The statistical analysis was performed with XLSTAT (Version 2011,0,01; Addinsoft SARL, New York, New York). The Mann-Whitney-U Test as a two-tailed test was used to compare each groups median. Kruskal-Wallis-Test was used for variance analysis/ rank sum test. P < 0,05 was evaluated as statistical significance. Interobserver variability was calculated using Cronbach’s alpha statistic with the values for parenchyma, central and peripheral ROI. Cohen’s d was used to calculate the effect size of the significant parameters on the T2 values of gliomas. The analysis of variance (ANOVA) was used to analyze differences among the group means.
General information of our study subjects for the separate tumor entities is summarized in Table 1. Overall there are more patients with IDH-mut (n = 18) than with IDH-wt (n = 12). Frontal and parietal (n = 12) localization prevail significantly in IDH-mut tumors (p < 0,0001). The patients with IDH-mut (41,32 ± 12,3 [28–74] years) were significantly younger than those with IDH-wt (55,69 ± 16,39 [34–81] years) (p = 0,0105).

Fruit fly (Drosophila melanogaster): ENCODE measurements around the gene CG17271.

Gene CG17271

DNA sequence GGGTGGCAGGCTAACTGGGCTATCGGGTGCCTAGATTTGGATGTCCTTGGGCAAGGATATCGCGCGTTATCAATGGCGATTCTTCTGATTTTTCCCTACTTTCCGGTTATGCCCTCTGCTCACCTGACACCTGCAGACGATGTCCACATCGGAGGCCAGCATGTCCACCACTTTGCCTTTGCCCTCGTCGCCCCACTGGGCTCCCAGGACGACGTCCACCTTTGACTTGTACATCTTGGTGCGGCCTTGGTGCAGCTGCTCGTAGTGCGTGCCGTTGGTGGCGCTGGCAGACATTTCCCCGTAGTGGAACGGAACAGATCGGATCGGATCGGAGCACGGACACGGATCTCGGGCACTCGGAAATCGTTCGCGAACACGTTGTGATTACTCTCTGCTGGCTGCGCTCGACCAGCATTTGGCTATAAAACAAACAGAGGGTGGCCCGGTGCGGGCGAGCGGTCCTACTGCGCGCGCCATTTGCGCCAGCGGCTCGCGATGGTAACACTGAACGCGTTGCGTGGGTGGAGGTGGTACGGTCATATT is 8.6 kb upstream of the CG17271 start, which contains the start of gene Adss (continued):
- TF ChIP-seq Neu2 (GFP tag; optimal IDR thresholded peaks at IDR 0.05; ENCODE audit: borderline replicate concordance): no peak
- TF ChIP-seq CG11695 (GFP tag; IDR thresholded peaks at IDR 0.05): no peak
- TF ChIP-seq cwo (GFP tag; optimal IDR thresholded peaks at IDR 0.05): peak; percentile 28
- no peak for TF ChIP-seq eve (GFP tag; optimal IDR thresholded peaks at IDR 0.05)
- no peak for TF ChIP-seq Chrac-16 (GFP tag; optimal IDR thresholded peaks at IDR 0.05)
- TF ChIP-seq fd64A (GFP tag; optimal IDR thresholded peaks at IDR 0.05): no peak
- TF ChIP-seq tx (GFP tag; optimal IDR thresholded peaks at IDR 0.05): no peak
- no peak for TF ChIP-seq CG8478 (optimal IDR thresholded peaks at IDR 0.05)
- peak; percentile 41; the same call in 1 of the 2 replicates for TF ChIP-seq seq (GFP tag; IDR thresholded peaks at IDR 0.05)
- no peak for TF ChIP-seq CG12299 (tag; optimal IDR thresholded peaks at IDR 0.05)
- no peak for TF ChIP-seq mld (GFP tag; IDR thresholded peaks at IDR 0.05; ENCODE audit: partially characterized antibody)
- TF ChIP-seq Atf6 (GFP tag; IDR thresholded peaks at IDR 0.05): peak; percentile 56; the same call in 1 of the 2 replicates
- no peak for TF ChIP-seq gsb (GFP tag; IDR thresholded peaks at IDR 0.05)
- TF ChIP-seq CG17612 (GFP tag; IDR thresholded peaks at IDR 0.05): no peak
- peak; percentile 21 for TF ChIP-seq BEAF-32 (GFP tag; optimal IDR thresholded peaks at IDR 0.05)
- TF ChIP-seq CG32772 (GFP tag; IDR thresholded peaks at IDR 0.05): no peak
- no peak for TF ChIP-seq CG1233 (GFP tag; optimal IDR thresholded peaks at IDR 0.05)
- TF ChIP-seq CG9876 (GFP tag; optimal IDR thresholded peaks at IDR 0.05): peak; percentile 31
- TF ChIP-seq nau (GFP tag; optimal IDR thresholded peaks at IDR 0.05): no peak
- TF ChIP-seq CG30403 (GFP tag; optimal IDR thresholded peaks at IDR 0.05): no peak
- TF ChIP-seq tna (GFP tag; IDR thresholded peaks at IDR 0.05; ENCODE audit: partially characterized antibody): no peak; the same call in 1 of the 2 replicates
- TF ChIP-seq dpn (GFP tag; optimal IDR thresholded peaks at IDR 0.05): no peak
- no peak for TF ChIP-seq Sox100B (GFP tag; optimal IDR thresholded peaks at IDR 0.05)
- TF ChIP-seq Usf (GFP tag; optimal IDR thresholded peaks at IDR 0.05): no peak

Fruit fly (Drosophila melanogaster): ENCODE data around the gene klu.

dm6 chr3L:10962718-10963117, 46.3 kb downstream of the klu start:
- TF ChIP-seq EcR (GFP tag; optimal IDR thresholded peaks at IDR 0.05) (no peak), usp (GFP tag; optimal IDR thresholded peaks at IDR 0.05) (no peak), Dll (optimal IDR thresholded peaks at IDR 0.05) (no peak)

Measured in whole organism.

Figure 2 shows a T2 weighted image and the corresponding T2 map of a WHO grade III astrocytoma with IDH mutation. The median T2 values differed significantly between the central and peripheral ROI in gliomas of both grades (p = 0,0021), IDH-mut (p = 0,0288) and IDH wt (p = 0,0362) and in AA3 (p = 0,0185). In A2, there was no significant difference even if the figures show similar trends (p = 0,4089) (Table 2, Fig. 3 and Fig. 4). The T2 values were larger in the center ROI than in the peripheral ROI. This difference represents the SI decreasing from the center to the periphery, which occurs independently of the IDH-status (Table 2). Separated by the mutational status, the IDH-mut gliomas are central (p = 0,0037) and peripheral (p = 0,0094) more intense than the IDH-wt (Table 2, Fig. 3 and Fig. 4). IDH-mut gliomas are overall significantly more hyperintense than the wildtype (Table 2, Fig. 3 and Fig. 4). There was no significant difference between A2 and AA3, neither central (p = 0,2276) nor peripheral (p = 0,5547) (Fig. 3). Fig. 3 shows the previously mentioned trends in A2 (central vs. peripheral p = 0,4089, central mut vs. wt p = 0,8831; peripheral mut vs. wt p = 1,0000).